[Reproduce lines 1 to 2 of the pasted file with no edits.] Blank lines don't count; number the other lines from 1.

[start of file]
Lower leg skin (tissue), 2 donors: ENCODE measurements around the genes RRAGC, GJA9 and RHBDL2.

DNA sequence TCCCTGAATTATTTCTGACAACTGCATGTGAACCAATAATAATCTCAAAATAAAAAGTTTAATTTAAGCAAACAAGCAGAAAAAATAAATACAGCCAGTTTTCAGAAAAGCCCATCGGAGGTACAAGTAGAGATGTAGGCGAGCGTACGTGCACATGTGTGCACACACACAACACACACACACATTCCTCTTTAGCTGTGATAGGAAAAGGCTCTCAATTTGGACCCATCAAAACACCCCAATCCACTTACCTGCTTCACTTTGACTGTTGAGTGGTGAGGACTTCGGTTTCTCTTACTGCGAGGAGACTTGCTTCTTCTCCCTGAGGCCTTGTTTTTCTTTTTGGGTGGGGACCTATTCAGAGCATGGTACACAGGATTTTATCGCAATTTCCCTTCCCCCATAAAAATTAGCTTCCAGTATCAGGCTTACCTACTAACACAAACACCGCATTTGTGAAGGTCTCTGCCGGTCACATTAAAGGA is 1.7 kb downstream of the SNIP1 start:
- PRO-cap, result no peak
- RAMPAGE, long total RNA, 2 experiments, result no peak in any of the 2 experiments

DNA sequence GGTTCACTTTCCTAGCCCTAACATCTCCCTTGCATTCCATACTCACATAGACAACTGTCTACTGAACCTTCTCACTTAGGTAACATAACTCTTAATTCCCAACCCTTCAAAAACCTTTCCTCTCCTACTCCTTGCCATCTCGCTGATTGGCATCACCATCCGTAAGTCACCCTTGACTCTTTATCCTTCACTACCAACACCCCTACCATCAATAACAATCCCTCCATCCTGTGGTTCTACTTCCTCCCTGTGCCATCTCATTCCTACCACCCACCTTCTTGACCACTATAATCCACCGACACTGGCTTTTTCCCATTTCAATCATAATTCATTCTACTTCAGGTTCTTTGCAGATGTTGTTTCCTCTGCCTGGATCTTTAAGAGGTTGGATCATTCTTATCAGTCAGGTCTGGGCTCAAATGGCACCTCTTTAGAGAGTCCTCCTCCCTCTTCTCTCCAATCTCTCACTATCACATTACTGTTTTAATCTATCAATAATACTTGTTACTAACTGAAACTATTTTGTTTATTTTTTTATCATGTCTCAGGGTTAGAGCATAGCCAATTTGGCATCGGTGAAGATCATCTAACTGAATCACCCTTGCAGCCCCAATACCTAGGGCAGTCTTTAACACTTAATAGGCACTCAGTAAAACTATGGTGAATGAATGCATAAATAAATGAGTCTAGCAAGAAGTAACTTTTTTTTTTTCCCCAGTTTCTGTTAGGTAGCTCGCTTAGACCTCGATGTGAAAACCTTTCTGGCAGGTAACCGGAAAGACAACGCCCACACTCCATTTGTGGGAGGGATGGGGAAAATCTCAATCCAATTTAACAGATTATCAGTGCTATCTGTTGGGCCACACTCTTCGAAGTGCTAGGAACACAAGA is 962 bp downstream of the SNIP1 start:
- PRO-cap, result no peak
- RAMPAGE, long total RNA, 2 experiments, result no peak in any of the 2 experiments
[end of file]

Lower leg skin (tissue), 2 donors: ENCODE measurements around the genes RRAGC, GJA9 and RHBDL2.

DNA sequence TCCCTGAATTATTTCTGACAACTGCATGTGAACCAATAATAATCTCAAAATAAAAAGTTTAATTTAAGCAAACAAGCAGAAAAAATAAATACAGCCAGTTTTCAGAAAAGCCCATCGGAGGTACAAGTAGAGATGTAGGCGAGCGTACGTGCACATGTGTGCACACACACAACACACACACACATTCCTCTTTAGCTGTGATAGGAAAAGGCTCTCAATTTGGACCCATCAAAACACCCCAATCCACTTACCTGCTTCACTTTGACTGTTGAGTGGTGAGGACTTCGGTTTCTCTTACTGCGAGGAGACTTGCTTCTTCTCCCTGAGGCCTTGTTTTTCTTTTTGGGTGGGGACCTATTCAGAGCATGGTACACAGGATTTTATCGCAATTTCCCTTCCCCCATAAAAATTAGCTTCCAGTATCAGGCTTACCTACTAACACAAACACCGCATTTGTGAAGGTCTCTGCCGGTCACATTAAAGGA is 1.7 kb downstream of the SNIP1 start: